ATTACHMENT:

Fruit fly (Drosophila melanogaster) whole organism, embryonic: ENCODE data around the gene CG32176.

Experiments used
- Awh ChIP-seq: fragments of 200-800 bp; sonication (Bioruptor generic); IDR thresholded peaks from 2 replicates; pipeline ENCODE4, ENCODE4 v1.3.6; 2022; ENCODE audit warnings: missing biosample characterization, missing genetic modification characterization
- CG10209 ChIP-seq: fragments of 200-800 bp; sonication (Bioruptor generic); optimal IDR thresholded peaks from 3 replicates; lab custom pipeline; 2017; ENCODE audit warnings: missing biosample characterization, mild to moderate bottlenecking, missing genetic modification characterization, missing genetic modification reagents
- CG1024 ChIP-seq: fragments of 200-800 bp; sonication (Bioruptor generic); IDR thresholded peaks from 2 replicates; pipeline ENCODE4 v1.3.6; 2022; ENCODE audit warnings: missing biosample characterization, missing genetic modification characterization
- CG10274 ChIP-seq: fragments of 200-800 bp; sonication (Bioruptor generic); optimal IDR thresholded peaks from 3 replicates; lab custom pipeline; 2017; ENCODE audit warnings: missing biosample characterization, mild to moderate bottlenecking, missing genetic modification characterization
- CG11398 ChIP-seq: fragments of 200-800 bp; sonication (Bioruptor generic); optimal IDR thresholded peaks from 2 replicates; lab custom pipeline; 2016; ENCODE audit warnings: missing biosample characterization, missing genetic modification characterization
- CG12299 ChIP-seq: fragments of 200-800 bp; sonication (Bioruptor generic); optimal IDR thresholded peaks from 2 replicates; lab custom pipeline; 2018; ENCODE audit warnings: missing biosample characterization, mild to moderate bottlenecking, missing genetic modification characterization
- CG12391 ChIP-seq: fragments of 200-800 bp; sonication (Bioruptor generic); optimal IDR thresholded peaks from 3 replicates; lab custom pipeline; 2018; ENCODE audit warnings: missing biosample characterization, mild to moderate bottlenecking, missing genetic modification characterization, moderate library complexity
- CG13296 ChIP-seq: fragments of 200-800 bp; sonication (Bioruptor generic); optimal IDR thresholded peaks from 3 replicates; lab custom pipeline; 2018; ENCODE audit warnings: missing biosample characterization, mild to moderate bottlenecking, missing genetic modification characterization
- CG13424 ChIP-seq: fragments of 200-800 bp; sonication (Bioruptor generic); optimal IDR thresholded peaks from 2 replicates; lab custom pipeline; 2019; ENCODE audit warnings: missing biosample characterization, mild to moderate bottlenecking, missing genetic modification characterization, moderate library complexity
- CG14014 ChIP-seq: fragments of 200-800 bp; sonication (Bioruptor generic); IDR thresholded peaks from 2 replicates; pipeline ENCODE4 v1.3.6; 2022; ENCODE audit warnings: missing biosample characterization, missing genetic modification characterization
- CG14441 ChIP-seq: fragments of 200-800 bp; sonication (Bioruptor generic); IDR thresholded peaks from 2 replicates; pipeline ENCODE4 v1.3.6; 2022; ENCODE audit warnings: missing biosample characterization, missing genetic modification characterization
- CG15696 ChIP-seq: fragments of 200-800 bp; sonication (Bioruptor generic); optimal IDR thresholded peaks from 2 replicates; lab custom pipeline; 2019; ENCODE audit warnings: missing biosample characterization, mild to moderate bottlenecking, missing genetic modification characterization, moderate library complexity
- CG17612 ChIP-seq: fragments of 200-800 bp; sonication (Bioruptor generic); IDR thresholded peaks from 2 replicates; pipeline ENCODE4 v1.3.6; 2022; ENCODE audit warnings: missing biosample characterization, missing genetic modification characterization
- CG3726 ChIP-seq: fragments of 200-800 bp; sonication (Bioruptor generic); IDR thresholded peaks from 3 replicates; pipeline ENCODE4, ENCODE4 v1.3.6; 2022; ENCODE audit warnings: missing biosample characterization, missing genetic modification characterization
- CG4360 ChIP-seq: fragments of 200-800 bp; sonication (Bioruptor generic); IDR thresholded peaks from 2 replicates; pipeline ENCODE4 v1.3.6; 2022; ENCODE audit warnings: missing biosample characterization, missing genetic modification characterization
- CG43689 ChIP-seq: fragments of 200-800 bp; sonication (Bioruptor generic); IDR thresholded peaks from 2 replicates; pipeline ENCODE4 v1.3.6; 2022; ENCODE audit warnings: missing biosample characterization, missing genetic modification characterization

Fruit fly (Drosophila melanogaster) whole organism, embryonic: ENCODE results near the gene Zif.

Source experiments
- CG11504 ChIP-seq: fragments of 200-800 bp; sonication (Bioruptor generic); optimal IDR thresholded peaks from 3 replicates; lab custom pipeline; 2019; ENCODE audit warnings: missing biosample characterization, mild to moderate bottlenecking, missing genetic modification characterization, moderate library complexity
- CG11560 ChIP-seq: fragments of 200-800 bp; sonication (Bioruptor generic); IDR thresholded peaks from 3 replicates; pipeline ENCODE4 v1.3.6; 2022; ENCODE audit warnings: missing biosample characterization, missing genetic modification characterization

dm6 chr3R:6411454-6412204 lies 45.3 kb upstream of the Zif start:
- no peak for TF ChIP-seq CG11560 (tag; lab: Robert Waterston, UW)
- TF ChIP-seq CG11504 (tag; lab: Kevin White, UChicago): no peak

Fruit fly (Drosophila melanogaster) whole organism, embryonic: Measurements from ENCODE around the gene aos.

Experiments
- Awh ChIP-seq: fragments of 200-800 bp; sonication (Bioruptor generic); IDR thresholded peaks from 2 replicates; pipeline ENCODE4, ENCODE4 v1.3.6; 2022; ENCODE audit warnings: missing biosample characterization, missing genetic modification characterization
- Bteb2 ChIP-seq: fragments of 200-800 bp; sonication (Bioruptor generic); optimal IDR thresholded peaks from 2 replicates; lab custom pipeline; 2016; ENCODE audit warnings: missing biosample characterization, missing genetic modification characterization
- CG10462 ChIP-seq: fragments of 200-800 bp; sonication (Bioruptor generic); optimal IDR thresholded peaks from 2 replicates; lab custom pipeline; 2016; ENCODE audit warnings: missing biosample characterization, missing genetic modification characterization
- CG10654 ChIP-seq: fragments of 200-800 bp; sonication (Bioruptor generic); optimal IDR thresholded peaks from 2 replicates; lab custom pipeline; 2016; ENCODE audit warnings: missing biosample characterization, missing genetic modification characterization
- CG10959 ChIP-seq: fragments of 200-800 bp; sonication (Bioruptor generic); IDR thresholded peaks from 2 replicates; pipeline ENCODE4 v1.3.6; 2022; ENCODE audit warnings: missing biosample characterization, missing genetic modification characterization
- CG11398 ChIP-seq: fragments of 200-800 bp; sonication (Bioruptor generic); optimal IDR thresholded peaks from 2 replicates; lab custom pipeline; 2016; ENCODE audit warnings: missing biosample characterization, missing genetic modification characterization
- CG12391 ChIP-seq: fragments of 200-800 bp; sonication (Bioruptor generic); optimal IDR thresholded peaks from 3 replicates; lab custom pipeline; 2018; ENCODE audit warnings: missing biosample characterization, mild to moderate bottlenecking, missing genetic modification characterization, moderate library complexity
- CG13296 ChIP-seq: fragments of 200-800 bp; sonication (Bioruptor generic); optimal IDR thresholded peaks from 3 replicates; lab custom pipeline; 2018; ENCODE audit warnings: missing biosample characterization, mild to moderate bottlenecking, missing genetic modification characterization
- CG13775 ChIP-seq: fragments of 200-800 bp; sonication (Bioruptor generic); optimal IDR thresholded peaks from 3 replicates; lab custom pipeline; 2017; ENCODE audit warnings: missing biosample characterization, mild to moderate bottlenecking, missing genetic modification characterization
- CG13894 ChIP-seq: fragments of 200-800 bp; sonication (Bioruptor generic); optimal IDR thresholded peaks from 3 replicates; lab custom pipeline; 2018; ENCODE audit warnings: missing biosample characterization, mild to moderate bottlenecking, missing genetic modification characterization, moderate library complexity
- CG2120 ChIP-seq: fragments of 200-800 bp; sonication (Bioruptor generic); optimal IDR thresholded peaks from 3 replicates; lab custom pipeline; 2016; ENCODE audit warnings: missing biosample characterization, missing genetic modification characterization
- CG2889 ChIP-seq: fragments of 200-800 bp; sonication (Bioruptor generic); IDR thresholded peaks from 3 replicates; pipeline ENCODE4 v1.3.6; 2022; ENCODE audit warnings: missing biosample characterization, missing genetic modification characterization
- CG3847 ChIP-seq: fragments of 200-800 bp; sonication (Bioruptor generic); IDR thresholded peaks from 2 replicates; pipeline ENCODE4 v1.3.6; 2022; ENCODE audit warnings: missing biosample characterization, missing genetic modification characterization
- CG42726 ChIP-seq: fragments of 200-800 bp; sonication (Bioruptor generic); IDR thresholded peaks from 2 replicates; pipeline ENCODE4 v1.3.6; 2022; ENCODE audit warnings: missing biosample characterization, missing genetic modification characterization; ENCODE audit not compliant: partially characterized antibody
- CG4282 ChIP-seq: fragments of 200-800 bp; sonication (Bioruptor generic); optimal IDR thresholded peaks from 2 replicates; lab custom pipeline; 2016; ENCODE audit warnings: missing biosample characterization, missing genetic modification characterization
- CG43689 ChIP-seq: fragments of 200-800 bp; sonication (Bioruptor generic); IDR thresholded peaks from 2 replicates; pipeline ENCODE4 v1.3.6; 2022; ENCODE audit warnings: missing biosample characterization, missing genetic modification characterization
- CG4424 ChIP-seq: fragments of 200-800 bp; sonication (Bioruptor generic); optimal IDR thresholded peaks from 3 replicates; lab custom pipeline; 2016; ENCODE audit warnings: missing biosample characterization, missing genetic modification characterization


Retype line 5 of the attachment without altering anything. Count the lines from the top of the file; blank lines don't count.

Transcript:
- CG1024 ChIP-seq: fragments of 200-800 bp; sonication (Bioruptor generic); IDR thresholded peaks from 2 replicates; pipeline ENCODE4 v1.3.6; 2022; ENCODE audit warnings: missing biosample characterization, missing genetic modification characterization